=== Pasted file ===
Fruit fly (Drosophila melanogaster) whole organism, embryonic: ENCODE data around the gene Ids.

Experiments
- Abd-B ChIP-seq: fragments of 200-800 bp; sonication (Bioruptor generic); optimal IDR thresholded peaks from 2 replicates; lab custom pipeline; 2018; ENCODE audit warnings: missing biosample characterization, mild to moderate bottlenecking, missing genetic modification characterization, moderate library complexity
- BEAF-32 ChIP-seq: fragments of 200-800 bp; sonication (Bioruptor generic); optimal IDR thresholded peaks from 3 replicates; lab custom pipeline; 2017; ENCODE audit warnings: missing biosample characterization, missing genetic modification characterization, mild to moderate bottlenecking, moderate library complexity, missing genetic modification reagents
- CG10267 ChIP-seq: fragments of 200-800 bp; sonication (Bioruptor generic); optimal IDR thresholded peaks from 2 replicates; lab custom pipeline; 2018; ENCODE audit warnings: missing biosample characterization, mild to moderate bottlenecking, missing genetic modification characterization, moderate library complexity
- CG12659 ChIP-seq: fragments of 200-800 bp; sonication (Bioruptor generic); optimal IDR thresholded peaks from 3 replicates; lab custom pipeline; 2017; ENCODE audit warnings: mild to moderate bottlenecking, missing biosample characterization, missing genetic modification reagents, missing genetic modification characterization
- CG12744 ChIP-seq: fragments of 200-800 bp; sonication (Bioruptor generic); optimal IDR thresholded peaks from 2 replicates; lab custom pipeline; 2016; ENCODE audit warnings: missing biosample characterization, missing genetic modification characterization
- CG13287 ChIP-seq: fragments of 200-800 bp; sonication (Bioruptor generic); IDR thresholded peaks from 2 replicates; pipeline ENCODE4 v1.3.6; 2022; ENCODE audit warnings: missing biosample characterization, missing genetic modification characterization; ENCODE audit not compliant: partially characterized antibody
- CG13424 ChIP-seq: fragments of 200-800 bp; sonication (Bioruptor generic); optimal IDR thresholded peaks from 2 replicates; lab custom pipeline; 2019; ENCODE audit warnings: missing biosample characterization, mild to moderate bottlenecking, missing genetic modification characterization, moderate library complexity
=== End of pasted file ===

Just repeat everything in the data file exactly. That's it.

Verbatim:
Fruit fly (Drosophila melanogaster) whole organism, embryonic: ENCODE data around the gene Ids.

Experiments
- Abd-B ChIP-seq: fragments of 200-800 bp; sonication (Bioruptor generic); optimal IDR thresholded peaks from 2 replicates; lab custom pipeline; 2018; ENCODE audit warnings: missing biosample characterization, mild to moderate bottlenecking, missing genetic modification characterization, moderate library complexity
- BEAF-32 ChIP-seq: fragments of 200-800 bp; sonication (Bioruptor generic); optimal IDR thresholded peaks from 3 replicates; lab custom pipeline; 2017; ENCODE audit warnings: missing biosample characterization, missing genetic modification characterization, mild to moderate bottlenecking, moderate library complexity, missing genetic modification reagents
- CG10267 ChIP-seq: fragments of 200-800 bp; sonication (Bioruptor generic); optimal IDR thresholded peaks from 2 replicates; lab custom pipeline; 2018; ENCODE audit warnings: missing biosample characterization, mild to moderate bottlenecking, missing genetic modification characterization, moderate library complexity
- CG12659 ChIP-seq: fragments of 200-800 bp; sonication (Bioruptor generic); optimal IDR thresholded peaks from 3 replicates; lab custom pipeline; 2017; ENCODE audit warnings: mild to moderate bottlenecking, missing biosample characterization, missing genetic modification reagents, missing genetic modification characterization
- CG12744 ChIP-seq: fragments of 200-800 bp; sonication (Bioruptor generic); optimal IDR thresholded peaks from 2 replicates; lab custom pipeline; 2016; ENCODE audit warnings: missing biosample characterization, missing genetic modification characterization
- CG13287 ChIP-seq: fragments of 200-800 bp; sonication (Bioruptor generic); IDR thresholded peaks from 2 replicates; pipeline ENCODE4 v1.3.6; 2022; ENCODE audit warnings: missing biosample characterization, missing genetic modification characterization; ENCODE audit not compliant: partially characterized antibody
- CG13424 ChIP-seq: fragments of 200-800 bp; sonication (Bioruptor generic); optimal IDR thresholded peaks from 2 replicates; lab custom pipeline; 2019; ENCODE audit warnings: missing biosample characterization, mild to moderate bottlenecking, missing genetic modification characterization, moderate library complexity